The second reason is that powder companies will often (not always) publish pressures for their maximum loads. The reason you see different maximum load pressures for different powders in those data sets is they try to compensate for the fact some powders exhibit greater pressure variation from shot to shot than others, and they are trying to prevent a statistically significant number of rounds exceeding the SAAMI Maximum Average Pressure (MAP) limit. That's not how SAAMI means the MAP is to be used by commercial loaders, but SAAMI also assumes commercial loaders will use a pressure gun to determine loads and not rely on recipes developed using a powder lot that doesn't exactly match the one they have. A plus for the handloader is that varying published maximum pressure tells you which powders produced the most consistent pressure: the powders for which the listed maximum load pressures are highest did.

The one downside to powder company data is it often doesn't use the exact same bullet you want to use. This is where the bullet company manuals become valuable, as they can give you the best accuracy loads from their testing, as well as data specific to their bullets to compare to the powder company data. By looking at those loads and velocities and comparing them to what the powder company got, you get some idea of range and performance and can better decide how well it may or may not be suited to your gun and purposes.
Ditto this
Reply With Quote
  #6  
Old 11-26-2022, 06:22 PM
smallguy7 smallguy7 is offline
 
Join Date: Jan 2010
Location: Little Rock, Arkansas
Posts: 499
Default

Quote:
Originally Posted by Unclenick View Post
I usually go to the powder company manuals first and the bullet company and other manuals second. My reasoning is as follows:

There are always lot-to-lot variations in powder burn rates and energy densities, and only the powder companies know what spec they order the powder to and have the opportunity to maintain data powder representing their spec range and can use it to do load testing. Sierra told me they frequently are asked why they didn't test this or that powder or dropped one for a particular cartridge and bullet combination in their most recent manual, and they said they leave some out because there just wasn't any available on store shelves at the time their test schedule came up for that cartridge and bullet combination. In other words, the bullet companies just buy powder off the shelf like the rest of us do without knowing if it is average or at the fast or slow ends of the powder company's burn rate control range. This is one of the reasons you have differences in load data from different sources. It is also a reason bullet company load data may change for a powder over time.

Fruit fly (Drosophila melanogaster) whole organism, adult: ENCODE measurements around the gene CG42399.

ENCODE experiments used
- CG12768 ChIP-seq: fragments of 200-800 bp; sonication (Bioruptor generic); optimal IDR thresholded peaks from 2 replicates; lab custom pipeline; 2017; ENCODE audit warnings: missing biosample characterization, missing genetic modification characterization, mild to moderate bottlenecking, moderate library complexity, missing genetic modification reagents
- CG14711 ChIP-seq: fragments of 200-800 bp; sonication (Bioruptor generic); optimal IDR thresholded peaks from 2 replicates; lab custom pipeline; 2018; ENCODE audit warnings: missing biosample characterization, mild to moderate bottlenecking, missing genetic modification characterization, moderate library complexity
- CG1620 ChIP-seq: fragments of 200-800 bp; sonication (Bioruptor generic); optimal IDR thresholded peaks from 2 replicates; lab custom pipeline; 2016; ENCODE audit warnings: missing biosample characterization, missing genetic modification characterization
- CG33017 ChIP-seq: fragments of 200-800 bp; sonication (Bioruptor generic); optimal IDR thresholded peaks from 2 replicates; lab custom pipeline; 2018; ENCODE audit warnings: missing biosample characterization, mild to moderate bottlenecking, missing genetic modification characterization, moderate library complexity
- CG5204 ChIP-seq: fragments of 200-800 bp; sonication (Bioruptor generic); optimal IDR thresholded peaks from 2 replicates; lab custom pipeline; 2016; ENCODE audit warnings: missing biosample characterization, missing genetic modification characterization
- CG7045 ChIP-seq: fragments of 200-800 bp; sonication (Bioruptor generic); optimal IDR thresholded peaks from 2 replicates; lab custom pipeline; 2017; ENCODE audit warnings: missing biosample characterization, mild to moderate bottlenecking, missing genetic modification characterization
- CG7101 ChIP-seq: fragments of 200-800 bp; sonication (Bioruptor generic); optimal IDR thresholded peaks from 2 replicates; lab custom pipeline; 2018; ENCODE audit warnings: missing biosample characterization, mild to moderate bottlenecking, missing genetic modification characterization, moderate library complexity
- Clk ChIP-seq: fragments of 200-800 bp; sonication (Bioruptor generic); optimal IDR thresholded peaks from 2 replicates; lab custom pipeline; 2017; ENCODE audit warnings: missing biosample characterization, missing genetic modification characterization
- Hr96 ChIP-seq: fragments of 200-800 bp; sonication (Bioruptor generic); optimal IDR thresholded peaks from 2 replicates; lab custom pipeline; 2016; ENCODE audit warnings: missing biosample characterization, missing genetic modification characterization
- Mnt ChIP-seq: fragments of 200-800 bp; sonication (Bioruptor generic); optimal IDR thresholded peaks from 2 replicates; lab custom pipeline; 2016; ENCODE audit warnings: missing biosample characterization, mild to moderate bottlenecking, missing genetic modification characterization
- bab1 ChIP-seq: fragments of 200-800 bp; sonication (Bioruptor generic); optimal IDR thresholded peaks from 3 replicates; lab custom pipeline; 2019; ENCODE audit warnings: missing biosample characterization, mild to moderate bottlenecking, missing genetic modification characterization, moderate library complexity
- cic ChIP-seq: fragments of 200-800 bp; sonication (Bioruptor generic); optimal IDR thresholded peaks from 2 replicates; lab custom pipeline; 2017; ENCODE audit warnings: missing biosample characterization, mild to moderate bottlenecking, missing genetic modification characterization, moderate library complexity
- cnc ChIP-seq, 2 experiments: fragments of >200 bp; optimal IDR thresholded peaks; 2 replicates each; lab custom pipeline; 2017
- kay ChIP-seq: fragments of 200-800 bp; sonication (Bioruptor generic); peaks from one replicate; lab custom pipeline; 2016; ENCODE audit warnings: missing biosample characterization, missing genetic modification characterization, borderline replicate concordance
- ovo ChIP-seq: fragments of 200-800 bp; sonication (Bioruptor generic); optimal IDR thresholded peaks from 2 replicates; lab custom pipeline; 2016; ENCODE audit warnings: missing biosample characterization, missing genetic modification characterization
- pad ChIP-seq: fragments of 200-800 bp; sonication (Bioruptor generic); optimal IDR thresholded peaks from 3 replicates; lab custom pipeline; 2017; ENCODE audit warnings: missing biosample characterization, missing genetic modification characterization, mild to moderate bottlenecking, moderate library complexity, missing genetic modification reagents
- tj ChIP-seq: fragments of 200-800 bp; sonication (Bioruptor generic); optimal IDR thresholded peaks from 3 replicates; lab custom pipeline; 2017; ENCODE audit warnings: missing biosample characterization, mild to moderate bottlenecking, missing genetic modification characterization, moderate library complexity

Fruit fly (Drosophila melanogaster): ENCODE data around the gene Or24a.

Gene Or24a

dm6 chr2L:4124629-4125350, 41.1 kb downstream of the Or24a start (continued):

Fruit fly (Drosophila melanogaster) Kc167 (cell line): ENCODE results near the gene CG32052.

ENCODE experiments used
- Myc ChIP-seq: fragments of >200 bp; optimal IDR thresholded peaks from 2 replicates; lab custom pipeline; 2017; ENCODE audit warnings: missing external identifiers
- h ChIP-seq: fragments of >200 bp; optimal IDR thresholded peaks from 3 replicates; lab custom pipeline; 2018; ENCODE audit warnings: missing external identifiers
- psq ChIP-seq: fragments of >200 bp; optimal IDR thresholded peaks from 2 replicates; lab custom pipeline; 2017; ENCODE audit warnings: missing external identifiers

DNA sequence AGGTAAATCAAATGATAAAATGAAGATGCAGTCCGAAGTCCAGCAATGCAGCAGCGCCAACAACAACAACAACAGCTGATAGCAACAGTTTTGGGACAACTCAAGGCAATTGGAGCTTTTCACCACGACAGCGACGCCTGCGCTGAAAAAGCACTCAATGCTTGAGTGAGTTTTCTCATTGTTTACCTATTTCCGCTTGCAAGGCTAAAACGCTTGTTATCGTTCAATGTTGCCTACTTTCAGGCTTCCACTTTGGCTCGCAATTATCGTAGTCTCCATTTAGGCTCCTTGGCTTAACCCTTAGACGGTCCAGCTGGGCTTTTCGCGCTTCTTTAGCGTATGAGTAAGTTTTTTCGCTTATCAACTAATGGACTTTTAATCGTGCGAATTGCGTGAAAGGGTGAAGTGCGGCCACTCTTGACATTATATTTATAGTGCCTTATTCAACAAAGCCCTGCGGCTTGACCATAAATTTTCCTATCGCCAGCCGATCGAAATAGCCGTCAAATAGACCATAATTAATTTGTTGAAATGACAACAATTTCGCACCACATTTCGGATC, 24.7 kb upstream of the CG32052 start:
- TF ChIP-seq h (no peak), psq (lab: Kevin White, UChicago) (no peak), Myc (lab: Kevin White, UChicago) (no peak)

The second reason is that powder companies will often (not always) publish pressures for their maximum loads. The reason you see different maximum load pressures for different powders in those data sets is they try to compensate for the fact some powders exhibit greater pressure variation from shot to shot than others, and they are trying to prevent a statistically significant number of rounds exceeding the SAAMI Maximum Average Pressure (MAP) limit. That's not how SAAMI means the MAP is to be used by commercial loaders, but SAAMI also assumes commercial loaders will use a pressure gun to determine loads and not rely on recipes developed using a powder lot that doesn't exactly match the one they have. A plus for the handloader is that varying published maximum pressure tells you which powders produced the most consistent pressure: the powders for which the listed maximum load pressures are highest did.

The one downside to powder company data is it often doesn't use the exact same bullet you want to use. This is where the bullet company manuals become valuable, as they can give you the best accuracy loads from their testing, as well as data specific to their bullets to compare to the powder company data. By looking at those loads and velocities and comparing them to what the powder company got, you get some idea of range and performance and can better decide how well it may or may not be suited to your gun and purposes.
Appreciate the insight. By chance, is this why Hornady is conservative in their reloading data?

Last edited by smallguy7; 11-26-2022 at 06:26 PM.
Reply With Quote
  #7  
Old 11-26-2022, 06:35 PM
ceresco ceresco is online now
 
Join Date: Oct 2009
Posts: 8,504
Default

A recent Lyman manual would be my first choice. Most of the other manuals are good, but the Lyman manuals cover everything and the data is tested and spot on. Good Shooting......
Reply With Quote
  #8  
Old 11-27-2022, 08:33 AM
navyrifleman navyrifleman is offline
 
Join Date: Oct 2009
Posts: 1,590
Default

I have several Lyman manuals:
- Reloading Manual
- Black Powder Manual
- Lead Bullet Casting Handbook
- Shotshell Reloading Manual

The current Lee Reloading manual is very good

Powder companies publish small handbooks on their powders, which are usually available free of charge.
- Hogdon manual covers Hogdon, IMR, and Winchester brand powders
- Alliant manual covers their products

Bullet Companies also have recipe handbooks out: Speer, Hornady, Sierra, Norma, etc.

For Shotshell reloading, check out Ballistic Products. They publish many manuals and very good books.
Reply With Quote
  #9  
Old 11-27-2022, 11:54 AM
Tothemax Tothemax is offline
 
Join Date: Sep 2016
Location: Billings, MT
Posts: 1,797
Default

Online. Mostly Hodgons site.
Reply With Quote
  #10  
Old 11-27-2022, 12:59 PM
smallguy7 smallguy7 is offline
 
Join Date: Jan 2010
Location: Little Rock, Arkansas
Posts: 499
Default

Quote:
Originally Posted by Tothemax View Post
Online. Mostly Hodgons site.
I've used Hodgdons as a starting point on some cartridges my Hornady manual doesn't list or is vague in terms of powders I can use. I've also used Nosler's website too.
Reply With Quote
Reply

Thread Tools
Display Modes

Posting Rules
You may not post new threads
You may not post replies
You may not post attachments
You may not edit your posts

BB code is On
Smilies are On
[IMG] code is On
HTML code is Off



All times are GMT -5. The time now is 08:49 PM.